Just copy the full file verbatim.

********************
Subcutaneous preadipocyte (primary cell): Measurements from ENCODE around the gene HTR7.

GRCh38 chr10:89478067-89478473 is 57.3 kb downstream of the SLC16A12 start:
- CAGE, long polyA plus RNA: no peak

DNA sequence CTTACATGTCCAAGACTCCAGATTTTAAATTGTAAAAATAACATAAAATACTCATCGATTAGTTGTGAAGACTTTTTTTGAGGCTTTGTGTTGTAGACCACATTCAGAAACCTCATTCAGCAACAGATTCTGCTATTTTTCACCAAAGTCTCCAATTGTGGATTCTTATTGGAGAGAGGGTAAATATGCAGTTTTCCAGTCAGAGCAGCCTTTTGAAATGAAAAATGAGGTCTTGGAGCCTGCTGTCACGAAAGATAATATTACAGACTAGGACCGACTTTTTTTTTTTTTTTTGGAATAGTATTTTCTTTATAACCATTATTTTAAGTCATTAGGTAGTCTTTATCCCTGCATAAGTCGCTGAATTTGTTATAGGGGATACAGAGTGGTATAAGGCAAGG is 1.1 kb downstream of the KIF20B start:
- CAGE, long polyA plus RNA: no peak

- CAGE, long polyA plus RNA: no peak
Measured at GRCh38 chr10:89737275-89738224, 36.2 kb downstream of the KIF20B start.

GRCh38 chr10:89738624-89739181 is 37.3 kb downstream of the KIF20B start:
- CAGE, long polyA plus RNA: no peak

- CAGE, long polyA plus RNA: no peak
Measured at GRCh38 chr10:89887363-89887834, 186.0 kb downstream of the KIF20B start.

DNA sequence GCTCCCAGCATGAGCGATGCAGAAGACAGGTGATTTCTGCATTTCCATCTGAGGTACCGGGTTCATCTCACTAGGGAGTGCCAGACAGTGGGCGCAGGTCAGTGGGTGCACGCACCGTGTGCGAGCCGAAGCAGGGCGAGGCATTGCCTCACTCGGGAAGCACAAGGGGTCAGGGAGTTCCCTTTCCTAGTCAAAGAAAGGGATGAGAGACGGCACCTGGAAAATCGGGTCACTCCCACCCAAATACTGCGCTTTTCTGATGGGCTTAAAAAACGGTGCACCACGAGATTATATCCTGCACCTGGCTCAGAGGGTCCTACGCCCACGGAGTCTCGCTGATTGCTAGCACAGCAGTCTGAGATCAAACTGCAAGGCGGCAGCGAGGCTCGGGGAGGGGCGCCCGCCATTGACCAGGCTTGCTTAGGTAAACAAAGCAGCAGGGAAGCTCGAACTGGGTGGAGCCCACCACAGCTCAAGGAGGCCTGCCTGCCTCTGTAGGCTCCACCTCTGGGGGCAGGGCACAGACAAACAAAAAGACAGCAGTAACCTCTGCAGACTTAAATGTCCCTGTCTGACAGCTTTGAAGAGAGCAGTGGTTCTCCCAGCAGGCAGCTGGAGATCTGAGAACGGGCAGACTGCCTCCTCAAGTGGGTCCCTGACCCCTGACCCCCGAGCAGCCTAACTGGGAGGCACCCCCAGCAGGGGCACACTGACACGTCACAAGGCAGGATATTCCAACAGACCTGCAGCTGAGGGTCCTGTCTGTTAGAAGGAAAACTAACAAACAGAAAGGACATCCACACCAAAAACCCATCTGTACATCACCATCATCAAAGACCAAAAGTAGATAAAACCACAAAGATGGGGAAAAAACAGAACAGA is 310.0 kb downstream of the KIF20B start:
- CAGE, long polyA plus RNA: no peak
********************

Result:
Subcutaneous preadipocyte (primary cell): Measurements from ENCODE around the gene HTR7.

GRCh38 chr10:89478067-89478473 is 57.3 kb downstream of the SLC16A12 start:
- CAGE, long polyA plus RNA: no peak

DNA sequence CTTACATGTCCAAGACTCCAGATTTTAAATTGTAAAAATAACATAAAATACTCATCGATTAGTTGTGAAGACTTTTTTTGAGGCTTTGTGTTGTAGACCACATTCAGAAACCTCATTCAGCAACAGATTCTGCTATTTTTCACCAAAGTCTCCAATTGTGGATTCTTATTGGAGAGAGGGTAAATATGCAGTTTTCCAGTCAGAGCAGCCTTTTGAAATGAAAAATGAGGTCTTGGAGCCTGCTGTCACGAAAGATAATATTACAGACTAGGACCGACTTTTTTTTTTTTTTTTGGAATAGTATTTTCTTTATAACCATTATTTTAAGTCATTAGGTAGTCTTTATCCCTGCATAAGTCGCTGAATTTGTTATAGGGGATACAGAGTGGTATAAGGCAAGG is 1.1 kb downstream of the KIF20B start:
- CAGE, long polyA plus RNA: no peak

- CAGE, long polyA plus RNA: no peak
Measured at GRCh38 chr10:89737275-89738224, 36.2 kb downstream of the KIF20B start.

GRCh38 chr10:89738624-89739181 is 37.3 kb downstream of the KIF20B start:
- CAGE, long polyA plus RNA: no peak

- CAGE, long polyA plus RNA: no peak
Measured at GRCh38 chr10:89887363-89887834, 186.0 kb downstream of the KIF20B start.

DNA sequence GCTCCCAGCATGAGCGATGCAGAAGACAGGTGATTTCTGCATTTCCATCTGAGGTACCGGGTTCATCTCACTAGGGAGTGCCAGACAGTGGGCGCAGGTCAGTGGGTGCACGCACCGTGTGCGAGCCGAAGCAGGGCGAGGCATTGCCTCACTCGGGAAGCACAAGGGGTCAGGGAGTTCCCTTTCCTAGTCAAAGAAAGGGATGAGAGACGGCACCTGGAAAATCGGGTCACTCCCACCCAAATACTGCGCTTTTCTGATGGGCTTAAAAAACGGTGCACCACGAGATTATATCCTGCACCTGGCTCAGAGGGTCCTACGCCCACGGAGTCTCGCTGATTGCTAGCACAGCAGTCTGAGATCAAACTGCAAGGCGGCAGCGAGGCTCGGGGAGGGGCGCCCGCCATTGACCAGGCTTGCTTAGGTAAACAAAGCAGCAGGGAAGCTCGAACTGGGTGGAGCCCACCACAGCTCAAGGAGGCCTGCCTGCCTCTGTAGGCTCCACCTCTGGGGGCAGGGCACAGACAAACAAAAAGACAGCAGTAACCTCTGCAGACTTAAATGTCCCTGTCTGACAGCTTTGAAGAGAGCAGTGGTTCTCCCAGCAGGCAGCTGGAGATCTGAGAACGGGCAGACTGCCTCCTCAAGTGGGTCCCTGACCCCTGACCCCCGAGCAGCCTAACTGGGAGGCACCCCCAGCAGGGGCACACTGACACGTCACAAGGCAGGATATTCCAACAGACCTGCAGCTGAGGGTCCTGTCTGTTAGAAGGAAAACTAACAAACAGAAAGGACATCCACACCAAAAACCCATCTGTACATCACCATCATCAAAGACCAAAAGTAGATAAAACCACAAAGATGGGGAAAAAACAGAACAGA is 310.0 kb downstream of the KIF20B start:
- CAGE, long polyA plus RNA: no peak